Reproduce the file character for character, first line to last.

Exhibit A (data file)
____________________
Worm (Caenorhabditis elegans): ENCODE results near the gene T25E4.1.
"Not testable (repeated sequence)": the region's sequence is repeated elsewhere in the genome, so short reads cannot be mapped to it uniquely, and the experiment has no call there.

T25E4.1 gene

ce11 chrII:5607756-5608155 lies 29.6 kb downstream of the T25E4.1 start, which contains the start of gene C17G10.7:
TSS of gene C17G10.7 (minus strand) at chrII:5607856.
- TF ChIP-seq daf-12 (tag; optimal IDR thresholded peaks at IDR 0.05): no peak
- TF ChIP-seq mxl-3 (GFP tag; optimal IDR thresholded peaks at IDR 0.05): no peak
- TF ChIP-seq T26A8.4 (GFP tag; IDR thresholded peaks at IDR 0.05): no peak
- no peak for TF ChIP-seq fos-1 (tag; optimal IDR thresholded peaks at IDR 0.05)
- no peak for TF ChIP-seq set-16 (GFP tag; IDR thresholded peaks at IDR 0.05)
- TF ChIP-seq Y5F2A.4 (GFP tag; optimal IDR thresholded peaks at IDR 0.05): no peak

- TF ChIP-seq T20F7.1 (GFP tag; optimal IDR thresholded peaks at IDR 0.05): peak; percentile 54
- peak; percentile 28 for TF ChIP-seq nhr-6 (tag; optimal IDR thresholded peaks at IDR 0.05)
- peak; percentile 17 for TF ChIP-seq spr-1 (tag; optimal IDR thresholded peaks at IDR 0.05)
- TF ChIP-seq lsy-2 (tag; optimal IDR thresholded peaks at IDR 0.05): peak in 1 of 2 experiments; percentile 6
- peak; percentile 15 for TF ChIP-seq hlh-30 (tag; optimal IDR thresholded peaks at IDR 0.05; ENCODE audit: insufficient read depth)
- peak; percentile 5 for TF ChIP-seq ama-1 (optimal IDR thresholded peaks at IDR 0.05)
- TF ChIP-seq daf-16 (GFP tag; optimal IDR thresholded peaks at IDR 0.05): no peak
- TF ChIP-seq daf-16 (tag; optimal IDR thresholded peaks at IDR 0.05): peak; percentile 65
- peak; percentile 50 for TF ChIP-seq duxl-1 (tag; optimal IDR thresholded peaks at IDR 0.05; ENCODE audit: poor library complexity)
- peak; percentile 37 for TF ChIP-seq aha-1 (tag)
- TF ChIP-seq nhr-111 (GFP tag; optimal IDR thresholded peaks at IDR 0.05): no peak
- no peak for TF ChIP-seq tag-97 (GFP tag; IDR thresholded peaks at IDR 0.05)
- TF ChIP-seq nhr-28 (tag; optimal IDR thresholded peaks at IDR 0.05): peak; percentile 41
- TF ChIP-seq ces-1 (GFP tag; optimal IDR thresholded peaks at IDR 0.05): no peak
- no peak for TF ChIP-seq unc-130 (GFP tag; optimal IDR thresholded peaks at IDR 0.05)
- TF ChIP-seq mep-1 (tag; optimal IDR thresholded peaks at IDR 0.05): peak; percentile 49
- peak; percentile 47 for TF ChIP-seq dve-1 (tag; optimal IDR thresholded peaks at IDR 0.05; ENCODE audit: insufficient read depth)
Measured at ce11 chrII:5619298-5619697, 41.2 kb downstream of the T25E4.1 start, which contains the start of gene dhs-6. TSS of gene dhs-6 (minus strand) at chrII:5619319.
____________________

Worm (Caenorhabditis elegans): ENCODE results near the gene T25E4.1.
"Not testable (repeated sequence)": the region's sequence is repeated elsewhere in the genome, so short reads cannot be mapped to it uniquely, and the experiment has no call there.

T25E4.1 gene

ce11 chrII:5607756-5608155 lies 29.6 kb downstream of the T25E4.1 start, which contains the start of gene C17G10.7:
TSS of gene C17G10.7 (minus strand) at chrII:5607856.
- TF ChIP-seq daf-12 (tag; optimal IDR thresholded peaks at IDR 0.05): no peak
- TF ChIP-seq mxl-3 (GFP tag; optimal IDR thresholded peaks at IDR 0.05): no peak
- TF ChIP-seq T26A8.4 (GFP tag; IDR thresholded peaks at IDR 0.05): no peak
- no peak for TF ChIP-seq fos-1 (tag; optimal IDR thresholded peaks at IDR 0.05)
- no peak for TF ChIP-seq set-16 (GFP tag; IDR thresholded peaks at IDR 0.05)
- TF ChIP-seq Y5F2A.4 (GFP tag; optimal IDR thresholded peaks at IDR 0.05): no peak

- TF ChIP-seq T20F7.1 (GFP tag; optimal IDR thresholded peaks at IDR 0.05): peak; percentile 54
- peak; percentile 28 for TF ChIP-seq nhr-6 (tag; optimal IDR thresholded peaks at IDR 0.05)
- peak; percentile 17 for TF ChIP-seq spr-1 (tag; optimal IDR thresholded peaks at IDR 0.05)
- TF ChIP-seq lsy-2 (tag; optimal IDR thresholded peaks at IDR 0.05): peak in 1 of 2 experiments; percentile 6
- peak; percentile 15 for TF ChIP-seq hlh-30 (tag; optimal IDR thresholded peaks at IDR 0.05; ENCODE audit: insufficient read depth)
- peak; percentile 5 for TF ChIP-seq ama-1 (optimal IDR thresholded peaks at IDR 0.05)
- TF ChIP-seq daf-16 (GFP tag; optimal IDR thresholded peaks at IDR 0.05): no peak
- TF ChIP-seq daf-16 (tag; optimal IDR thresholded peaks at IDR 0.05): peak; percentile 65
- peak; percentile 50 for TF ChIP-seq duxl-1 (tag; optimal IDR thresholded peaks at IDR 0.05; ENCODE audit: poor library complexity)
- peak; percentile 37 for TF ChIP-seq aha-1 (tag)
- TF ChIP-seq nhr-111 (GFP tag; optimal IDR thresholded peaks at IDR 0.05): no peak
- no peak for TF ChIP-seq tag-97 (GFP tag; IDR thresholded peaks at IDR 0.05)
- TF ChIP-seq nhr-28 (tag; optimal IDR thresholded peaks at IDR 0.05): peak; percentile 41
- TF ChIP-seq ces-1 (GFP tag; optimal IDR thresholded peaks at IDR 0.05): no peak
- no peak for TF ChIP-seq unc-130 (GFP tag; optimal IDR thresholded peaks at IDR 0.05)
- TF ChIP-seq mep-1 (tag; optimal IDR thresholded peaks at IDR 0.05): peak; percentile 49
- peak; percentile 47 for TF ChIP-seq dve-1 (tag; optimal IDR thresholded peaks at IDR 0.05; ENCODE audit: insufficient read depth)
Measured at ce11 chrII:5619298-5619697, 41.2 kb downstream of the T25E4.1 start, which contains the start of gene dhs-6. TSS of gene dhs-6 (minus strand) at chrII:5619319.